Moreover, dependent children of the aliens granted the new status would be allowed to retain their legal standing, a form of amnesty, as dependents of their parents for the duration of the green card application process; they would be protected from aging out while their parents move up in the backlog. An estimated 190,000 minors would be protected.

Time was when Democrats purported to care about America’s minority workers. But their empathy toward U.S. workers is long gone, and is now redirected to foreign nationals, particularly Chinese and Indians. Blacks, Hispanics and other minorities aspire to IT jobs, too. But they’ve had little luck in obtaining those coveted STEM jobs. Pew Research found that Black workers make up 9 percent of the STEM workforce, while Hispanics also comprise about 9 percent. The low STEM representation among Blacks and Hispanics is largely unchanged from 2016.

For rational thinkers, few and far between in Congress, a push for liberalized immigration laws and amnesty in light of the border surge and its 2 million-plus encounters in 2022 is beyond the pale. But those sound-of-mind types don’t understand the congressional mindset; nothing stops its amnesty drive. And if the EAGLE Act doesn’t get Senate approval, Lofgren always has the option to attach it to a must-pass Omnibus bill. With the 118th House about to transfer into GOP hands, EAGLE Act supporters view December as their last chance to subvert U.S. tech workers.

Joe Guzzardi is a nationally syndicated newspaper columnist who writes about immigration and related social issues. Joe joined Progressives for Immigration Reform in 2018 as an analyst after a ten-year career directing media relations for Californians for Population Stabilization, where he also was a Senior Writing Fellow. A native Californian, Joe now lives in Pennsylvania. Contact him at jguzzardi@pfirdc.org.

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Cashier shot, killed during “botched robbery” of Antioch gas station early Saturday morning

Saturday, November 26th, 2022

Police seek suspect(s)

By Lieutenant John Fortner, Antioch Police Investigations Bureau

On Saturday, Nov. 26, 2022, at approximately 02:05 AM, the Antioch Police Department Dispatch Center received an emergency call from 2701 Contra Loma Boulevard. The call was from an employee at the Extra Mile convenience store in the Chevron gas station reporting a person had been shot.

Several Antioch police officers responded to the scene and found a male down on the floor, just inside the convenience store, suffering from a gunshot wound to the head. Officers began to administer first-aid and called for Fire Department and AMR paramedics to respond.

Despite the live-saving efforts of first responders, the victim, a 36-year-old cashier, succumbed to his injuries at the scene. Officers at the scene were able to determine that the victim was an employee-clerk at the service station and was held-up at gunpoint during what appears to be a “botched robbery.” The suspect(s) fled on-foot from the scene and have not been located.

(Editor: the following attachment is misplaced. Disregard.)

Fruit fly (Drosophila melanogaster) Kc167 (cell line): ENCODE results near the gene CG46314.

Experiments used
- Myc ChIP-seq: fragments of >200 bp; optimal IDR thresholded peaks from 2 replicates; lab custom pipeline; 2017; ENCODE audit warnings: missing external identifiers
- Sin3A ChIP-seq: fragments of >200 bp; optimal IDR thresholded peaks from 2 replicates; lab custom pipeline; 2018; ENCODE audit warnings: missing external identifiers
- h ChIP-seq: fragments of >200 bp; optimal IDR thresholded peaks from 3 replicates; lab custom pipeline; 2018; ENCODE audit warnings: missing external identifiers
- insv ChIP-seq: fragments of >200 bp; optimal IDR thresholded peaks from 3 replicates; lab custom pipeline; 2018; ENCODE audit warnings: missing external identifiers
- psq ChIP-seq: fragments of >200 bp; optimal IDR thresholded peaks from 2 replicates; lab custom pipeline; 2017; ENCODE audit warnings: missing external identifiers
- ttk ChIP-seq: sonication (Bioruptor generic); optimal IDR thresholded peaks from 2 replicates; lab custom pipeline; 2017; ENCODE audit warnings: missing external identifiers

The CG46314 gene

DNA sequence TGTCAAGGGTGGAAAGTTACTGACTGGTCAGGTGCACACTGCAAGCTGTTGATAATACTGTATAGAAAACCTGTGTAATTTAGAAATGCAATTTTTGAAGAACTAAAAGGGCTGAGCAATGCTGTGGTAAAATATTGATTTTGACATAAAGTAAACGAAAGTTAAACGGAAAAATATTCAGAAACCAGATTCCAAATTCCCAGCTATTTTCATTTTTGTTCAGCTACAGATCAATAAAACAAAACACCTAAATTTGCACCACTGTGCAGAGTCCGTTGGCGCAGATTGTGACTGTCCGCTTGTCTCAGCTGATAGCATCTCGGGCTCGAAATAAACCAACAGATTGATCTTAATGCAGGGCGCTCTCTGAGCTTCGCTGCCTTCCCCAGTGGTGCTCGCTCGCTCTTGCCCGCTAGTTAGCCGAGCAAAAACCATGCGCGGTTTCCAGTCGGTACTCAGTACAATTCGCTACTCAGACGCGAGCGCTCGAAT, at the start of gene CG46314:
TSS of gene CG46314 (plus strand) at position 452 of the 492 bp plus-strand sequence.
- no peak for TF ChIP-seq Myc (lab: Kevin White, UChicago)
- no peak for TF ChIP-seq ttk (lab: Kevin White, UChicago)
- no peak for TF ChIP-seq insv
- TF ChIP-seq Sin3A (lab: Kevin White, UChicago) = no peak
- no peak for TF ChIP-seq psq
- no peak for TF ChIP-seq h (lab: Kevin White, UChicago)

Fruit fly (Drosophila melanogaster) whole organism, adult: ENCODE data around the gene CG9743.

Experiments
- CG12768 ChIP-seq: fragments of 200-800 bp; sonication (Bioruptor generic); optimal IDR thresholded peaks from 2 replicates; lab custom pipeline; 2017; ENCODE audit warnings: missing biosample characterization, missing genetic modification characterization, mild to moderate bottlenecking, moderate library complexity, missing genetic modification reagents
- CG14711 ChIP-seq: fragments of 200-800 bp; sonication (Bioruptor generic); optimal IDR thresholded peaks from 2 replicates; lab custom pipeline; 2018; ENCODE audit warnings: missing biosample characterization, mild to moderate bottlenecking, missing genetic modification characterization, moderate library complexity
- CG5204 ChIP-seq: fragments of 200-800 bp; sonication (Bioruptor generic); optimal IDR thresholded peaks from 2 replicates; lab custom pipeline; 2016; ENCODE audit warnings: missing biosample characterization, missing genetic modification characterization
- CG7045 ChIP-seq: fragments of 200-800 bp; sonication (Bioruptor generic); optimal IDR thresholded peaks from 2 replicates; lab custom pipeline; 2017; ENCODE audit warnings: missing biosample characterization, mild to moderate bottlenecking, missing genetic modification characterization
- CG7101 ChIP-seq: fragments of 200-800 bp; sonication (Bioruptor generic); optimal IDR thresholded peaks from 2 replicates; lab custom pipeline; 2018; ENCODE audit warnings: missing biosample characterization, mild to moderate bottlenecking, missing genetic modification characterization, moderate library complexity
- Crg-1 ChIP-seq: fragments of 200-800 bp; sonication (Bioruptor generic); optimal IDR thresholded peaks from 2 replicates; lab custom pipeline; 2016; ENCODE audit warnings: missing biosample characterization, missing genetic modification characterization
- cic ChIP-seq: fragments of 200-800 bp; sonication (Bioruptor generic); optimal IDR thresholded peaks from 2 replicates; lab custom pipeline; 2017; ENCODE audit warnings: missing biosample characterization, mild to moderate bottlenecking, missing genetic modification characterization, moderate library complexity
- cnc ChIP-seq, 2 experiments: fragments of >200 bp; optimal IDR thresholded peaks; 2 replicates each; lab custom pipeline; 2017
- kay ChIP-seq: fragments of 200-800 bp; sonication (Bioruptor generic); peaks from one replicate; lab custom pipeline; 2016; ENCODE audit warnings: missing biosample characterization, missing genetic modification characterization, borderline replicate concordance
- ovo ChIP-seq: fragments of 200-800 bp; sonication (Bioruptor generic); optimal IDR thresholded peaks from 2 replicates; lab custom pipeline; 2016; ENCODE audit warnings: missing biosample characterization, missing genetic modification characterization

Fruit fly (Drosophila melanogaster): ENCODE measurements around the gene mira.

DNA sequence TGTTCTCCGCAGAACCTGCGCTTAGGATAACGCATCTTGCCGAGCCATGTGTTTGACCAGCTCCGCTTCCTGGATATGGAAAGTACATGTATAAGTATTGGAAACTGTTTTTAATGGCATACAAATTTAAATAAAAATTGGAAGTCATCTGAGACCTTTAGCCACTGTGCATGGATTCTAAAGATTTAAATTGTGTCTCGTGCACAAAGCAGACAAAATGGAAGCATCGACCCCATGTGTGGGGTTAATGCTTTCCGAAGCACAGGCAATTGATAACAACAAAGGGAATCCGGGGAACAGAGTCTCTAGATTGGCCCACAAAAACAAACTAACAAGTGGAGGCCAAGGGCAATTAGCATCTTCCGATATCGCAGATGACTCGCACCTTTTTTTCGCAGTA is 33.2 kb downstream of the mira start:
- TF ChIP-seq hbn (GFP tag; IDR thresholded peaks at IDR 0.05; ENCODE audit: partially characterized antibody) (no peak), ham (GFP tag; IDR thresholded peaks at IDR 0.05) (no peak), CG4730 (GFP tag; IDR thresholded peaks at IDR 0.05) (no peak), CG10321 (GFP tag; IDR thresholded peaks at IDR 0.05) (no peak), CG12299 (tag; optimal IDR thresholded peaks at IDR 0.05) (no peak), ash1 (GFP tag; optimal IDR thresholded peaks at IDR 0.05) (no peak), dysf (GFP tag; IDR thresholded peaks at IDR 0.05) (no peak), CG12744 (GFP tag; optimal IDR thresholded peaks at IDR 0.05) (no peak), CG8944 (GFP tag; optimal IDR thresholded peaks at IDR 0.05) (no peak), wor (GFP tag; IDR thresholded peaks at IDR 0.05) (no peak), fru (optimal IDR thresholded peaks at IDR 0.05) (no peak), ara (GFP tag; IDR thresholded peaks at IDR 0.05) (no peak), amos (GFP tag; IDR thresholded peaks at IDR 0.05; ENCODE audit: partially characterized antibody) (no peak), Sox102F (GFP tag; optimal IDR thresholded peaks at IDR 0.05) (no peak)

Antioch Police Department’s Investigations Bureau, consisting of Crime Scene Investigators and detectives with the Violent Crimes and Special Operations Units, responded to the scene to assist with the investigation.

Currently, detectives are interviewing witnesses in the area and are working to identify all the parties involved to include suspects or persons-of-interest. The investigation is still active, and evidence is being collected.

Anyone with information is asked to call the Antioch Police Department non-emergency line at (925) 778-2441, or Detective Duffy at (925) 779-6890 / aduffy@antiochca.gov. You may also text-a-tip to 274637 (CRIMES) using the key word ANTIOCH.

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Dillon’s Dream A World Without Cancer Toy Drive through Dec. 9

Saturday, November 26th, 2022

Or drop off your donated toy at the Dillon’s Dream booth during the Holiday Delites celebration in Rivertown, Saturday, Dec. 3.

The toys will be donated for children in the oncology clinics at John Muir Walnut Creek, Kaiser Oakland and Sutter Health Sacramento.

For more information about Dillon’s Dream visit dillonsdreams.org.

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John Muir Land Trust to hold Winter Festival Dec. 10

Saturday, November 26th, 2022

YOU’RE INVITED

Join John Muir Land Trust at Family Harvest Farm for our Winter Festival on Saturday, December 10, 11 am – 3 pm.

Get outside and celebrate the holiday season with the whole family! Festivities include:

  • Educational farm tour
  • Wreathmaking workshops
  • Food trucks, free hot cocoa and cider
  • Free Facepainting
  • Music by DJ Kendo and The Fresh Crew
  • Holiday toy drive for foster youth*

The event is free and open to the public. We hope to see you there!

UPDATE: At this time, all wreathmaking workshops are full.

*Please bring unwrapped gifts and gift certificates for children and youth in foster care ages 5-21 years old to the event or send to: Court Appointed Special Advocates of Contra Costa County, 2151 Salvio Street, Suite 295, Concord, CA 94520.

Located in Pittsburg, CA, Family Harvest Farm is a program of John Muir Land Trust that employs transition age foster youth as apprentices and leaders in the community. Through on-the-job training in organic farming, the farm provides a healthy, nurturing environment for program participants and affordable, high-quality food for the community.

To register click here.

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Frank E. Ballesteros presents annual Humbug! play in Antioch December 16-24

Friday, November 25th, 2022